IT is an idea not universally applauded. Even the liberal magazine, New Republic, has derided the Democratic Party's ''femagoguery,'' as it has called the ''noise and commotion over the notion of a Second Lady.''
But somehow the proposal of nominating a woman for vice-president does not go away. First proposed by political activists - long before it was certain who the Democratic nominee would be - it has begun to reach the grass roots.
Rep. Patricia Schroeder is concerned that many Americans may now expect the Democrats to name a woman. ''I'm amazed when I talk to people,'' says the Colorado Democrat, who frequently shows up on the list of possible running mates. She is concerned about a ''reality gap,'' she says, and the sense of disappointment that may occur when the vice-president is chosen, and the public discovers that he is a man.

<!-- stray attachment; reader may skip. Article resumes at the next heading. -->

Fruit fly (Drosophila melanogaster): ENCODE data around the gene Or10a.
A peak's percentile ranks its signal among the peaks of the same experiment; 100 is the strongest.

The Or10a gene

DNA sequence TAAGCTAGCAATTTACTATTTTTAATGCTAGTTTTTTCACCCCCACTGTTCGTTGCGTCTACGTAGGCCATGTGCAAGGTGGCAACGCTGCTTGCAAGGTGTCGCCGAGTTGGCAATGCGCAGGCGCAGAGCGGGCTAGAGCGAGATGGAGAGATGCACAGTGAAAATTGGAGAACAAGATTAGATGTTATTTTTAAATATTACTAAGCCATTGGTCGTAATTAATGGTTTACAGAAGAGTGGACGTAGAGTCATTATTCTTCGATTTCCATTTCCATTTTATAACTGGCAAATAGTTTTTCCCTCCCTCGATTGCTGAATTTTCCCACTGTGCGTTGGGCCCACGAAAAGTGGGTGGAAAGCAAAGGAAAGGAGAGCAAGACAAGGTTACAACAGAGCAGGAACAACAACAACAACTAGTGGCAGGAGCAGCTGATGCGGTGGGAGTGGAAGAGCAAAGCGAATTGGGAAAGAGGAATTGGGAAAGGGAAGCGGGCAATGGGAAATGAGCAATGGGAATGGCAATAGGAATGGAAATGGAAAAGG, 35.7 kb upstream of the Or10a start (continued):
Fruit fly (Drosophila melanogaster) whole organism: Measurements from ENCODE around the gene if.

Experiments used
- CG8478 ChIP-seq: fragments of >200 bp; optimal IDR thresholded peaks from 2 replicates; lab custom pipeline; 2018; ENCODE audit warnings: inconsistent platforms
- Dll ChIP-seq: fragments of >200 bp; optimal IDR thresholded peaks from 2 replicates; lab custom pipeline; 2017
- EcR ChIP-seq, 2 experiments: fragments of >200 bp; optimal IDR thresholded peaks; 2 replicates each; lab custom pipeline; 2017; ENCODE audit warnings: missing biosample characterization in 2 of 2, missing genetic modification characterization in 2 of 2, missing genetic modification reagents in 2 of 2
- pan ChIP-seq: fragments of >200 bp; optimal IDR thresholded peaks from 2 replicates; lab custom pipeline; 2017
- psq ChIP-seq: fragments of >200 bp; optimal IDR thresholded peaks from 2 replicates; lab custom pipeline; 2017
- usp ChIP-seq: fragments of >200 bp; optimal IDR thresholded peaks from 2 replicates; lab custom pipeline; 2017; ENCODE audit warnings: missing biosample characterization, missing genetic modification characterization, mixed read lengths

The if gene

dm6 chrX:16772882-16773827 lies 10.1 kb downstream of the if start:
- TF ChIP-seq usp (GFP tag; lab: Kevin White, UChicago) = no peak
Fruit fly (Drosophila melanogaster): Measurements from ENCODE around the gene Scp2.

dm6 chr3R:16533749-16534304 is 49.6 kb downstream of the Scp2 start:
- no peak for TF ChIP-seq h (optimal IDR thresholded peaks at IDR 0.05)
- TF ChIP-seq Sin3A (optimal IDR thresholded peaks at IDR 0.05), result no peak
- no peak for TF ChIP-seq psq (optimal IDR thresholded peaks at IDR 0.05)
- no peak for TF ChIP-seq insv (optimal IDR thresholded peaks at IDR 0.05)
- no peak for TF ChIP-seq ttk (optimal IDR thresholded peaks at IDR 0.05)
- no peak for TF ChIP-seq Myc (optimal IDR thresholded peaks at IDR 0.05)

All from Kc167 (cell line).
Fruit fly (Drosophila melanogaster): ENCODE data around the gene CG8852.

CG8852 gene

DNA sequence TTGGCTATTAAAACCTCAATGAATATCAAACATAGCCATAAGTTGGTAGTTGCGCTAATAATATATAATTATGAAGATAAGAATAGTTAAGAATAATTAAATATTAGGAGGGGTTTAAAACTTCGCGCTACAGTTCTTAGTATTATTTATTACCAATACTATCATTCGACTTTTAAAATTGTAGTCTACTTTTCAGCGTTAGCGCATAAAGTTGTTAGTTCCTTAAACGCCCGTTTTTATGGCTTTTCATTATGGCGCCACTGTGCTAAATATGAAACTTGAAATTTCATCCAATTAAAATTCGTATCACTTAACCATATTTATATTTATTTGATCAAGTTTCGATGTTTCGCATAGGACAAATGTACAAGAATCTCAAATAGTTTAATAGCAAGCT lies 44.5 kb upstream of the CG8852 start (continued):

Although virtually no one expects the Democrats to name a woman for its 1984 ticket, some political strategists maintain that such a move could be a key to defeating President Reagan in November. The reasoning is based on participation.
Since the 1960s the percentage of eligible voters who cast ballots for president has been dropping. If the Democratic Party can bring these no-shows into the polling place, then it can beat the Republicans because, so the reasoning goes, the new voters would lean toward the Democrats. And a woman on the ticket might be just the drawing card the party needs.
''It would make a difference to women,'' says Ann Lewis, political director of the Democratic National Committee, who adds that voter turnout is a major priority with Democrats this year.
''It's much too early to say it's serious,'' says Edward F. Coyle, director of Independent Action, the political action committee founded by Rep. Morris K. Udall (D) of Arizona. But he says that if the Democratic nominee is a woman, it would energize people. They ''would have to take a second look. It gives the campaign a new edge.''
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